If you’ve been around any time at all, you’ve probably buried a friend or two because of a habit they couldn’t or wouldn’t stop, or maybe stopped too late. I know I’m packing around a few extra pounds because of the times I eat out of habit instead of out of hunger. I tend to sit in the same chair down at the restaurant every morning at coffee, although that probably has more to do with Linda’s assigned seating than it does with any habit I have developed.

                I saw a report from a recent Gallup poll the other day that 42% of voters consider themselves independent, and not affiliated with either the Republican or Democratic parties. Being a Libertarian who would like to see a smaller, constitutionally limited government restored in Washington and Indianapolis, I draw quite a bit of hope from that report. But I also know that out of the half of the population that takes time to vote, 95% still vote for either Republican or Democrat candidates who, despite their occasional campaign claims, are mostly bound to vote along party lines once they are elected. Out of habit, I suppose.

                I also saw a report the other day listing the Libertarian candidates that will be on the ballot in Indiana this November at the federal, state, and local levels. There are several, and if you would like to break the habit of voting for the old parties, and the ensuing larger government, or the habit of not voting at all, I would suggest checking out your Libertarian candidates.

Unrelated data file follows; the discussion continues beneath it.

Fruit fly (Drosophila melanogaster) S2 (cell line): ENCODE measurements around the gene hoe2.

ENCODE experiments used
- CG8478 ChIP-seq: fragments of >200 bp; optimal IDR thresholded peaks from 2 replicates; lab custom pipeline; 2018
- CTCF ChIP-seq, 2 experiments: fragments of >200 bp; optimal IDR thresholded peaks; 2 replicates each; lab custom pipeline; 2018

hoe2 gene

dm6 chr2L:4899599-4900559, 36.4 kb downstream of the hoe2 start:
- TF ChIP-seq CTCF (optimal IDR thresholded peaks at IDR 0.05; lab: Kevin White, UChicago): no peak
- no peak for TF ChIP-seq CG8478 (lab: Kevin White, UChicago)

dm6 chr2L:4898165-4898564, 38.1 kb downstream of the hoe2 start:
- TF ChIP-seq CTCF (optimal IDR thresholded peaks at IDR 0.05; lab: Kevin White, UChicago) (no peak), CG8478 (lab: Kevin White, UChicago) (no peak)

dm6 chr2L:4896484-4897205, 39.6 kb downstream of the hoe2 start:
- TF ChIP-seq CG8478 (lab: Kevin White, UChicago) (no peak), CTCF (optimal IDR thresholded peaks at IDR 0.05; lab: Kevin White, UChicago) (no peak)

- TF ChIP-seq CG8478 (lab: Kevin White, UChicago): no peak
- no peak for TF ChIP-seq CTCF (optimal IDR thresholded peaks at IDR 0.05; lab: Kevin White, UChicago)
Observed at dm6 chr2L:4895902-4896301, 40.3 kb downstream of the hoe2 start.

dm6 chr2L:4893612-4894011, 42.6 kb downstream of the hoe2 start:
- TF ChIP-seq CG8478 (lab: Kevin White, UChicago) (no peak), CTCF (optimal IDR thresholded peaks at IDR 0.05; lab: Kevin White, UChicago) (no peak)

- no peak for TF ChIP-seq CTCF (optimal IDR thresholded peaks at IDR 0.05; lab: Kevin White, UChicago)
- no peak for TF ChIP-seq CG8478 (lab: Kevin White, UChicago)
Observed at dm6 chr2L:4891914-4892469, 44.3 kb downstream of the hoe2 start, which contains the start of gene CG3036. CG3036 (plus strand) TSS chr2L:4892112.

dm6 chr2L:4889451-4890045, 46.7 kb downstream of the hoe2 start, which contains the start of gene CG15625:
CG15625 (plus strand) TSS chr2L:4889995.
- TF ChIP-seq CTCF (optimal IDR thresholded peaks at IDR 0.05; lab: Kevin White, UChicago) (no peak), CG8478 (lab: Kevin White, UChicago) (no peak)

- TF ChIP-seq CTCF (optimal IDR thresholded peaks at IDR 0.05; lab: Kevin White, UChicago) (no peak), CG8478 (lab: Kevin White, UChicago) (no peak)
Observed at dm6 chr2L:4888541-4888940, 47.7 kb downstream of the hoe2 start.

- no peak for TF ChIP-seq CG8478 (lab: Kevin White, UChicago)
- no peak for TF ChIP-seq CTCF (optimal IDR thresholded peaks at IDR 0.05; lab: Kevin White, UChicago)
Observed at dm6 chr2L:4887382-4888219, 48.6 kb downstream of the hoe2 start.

Start a little revolution of your own.

Monday, May 26, 2014

And about that free lunch....


          Webster’s dictionary describes a curmudgeon as someone who is crusty and ill-tempered, and usually an old man. While I’ve long ago reached old man status, I’m doing my best not to end up crusty and ill-tempered. But as the years march on, I am developing a deeper understanding as to why old men might tend to get a little bit grumpy from time to time, and why Mr. Webster might feel compelled to give them their very own word to describe them.

            This June, I will have been in business for 40 years, and I’ve seen a lot of changes in that time.  A square of shingles that cost $11.00 and covered 100 feet in 1974 now costs $80.00 and covers 96 feet. And a 50 pound box of nails only weighs 30 pounds nowadays. It’s the kind of thing that could turn a person crusty and ill-tempered if you let it.

            A while back I received a bill from a sub-contractor who had done some work for us, and the bill included a “mobilization fee.” As near as I could tell, it’s a charge for getting ready to go to work. It reminded me of some of my buddies who used to work at the Perfect Circle factory and got paid for eating lunch. I was happy that I didn’t see anything on the bill about lunch, and I suppose I should be relieved that he didn’t charge us for getting ready to quit.